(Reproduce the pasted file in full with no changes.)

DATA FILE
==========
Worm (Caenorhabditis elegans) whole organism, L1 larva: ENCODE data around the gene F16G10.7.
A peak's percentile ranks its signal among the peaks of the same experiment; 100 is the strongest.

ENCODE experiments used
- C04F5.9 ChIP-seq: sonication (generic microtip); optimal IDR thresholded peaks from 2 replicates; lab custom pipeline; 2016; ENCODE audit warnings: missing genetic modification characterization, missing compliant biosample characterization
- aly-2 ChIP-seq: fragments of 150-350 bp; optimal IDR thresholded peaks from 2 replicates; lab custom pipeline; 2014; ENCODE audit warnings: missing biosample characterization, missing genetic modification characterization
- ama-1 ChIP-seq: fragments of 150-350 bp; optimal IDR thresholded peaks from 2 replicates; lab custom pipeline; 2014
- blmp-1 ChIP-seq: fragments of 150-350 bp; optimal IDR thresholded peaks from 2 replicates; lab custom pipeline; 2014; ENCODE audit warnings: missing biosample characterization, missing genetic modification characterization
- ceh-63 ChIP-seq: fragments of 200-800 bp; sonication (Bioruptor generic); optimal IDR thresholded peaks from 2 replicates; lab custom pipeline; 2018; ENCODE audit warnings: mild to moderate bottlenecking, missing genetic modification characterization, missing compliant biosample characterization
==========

Worm (Caenorhabditis elegans) whole organism, L1 larva: ENCODE data around the gene F16G10.7.
A peak's percentile ranks its signal among the peaks of the same experiment; 100 is the strongest.

ENCODE experiments used
- C04F5.9 ChIP-seq: sonication (generic microtip); optimal IDR thresholded peaks from 2 replicates; lab custom pipeline; 2016; ENCODE audit warnings: missing genetic modification characterization, missing compliant biosample characterization
- aly-2 ChIP-seq: fragments of 150-350 bp; optimal IDR thresholded peaks from 2 replicates; lab custom pipeline; 2014; ENCODE audit warnings: missing biosample characterization, missing genetic modification characterization
- ama-1 ChIP-seq: fragments of 150-350 bp; optimal IDR thresholded peaks from 2 replicates; lab custom pipeline; 2014
- blmp-1 ChIP-seq: fragments of 150-350 bp; optimal IDR thresholded peaks from 2 replicates; lab custom pipeline; 2014; ENCODE audit warnings: missing biosample characterization, missing genetic modification characterization
- ceh-63 ChIP-seq: fragments of 200-800 bp; sonication (Bioruptor generic); optimal IDR thresholded peaks from 2 replicates; lab custom pipeline; 2018; ENCODE audit warnings: mild to moderate bottlenecking, missing genetic modification characterization, missing compliant biosample characterization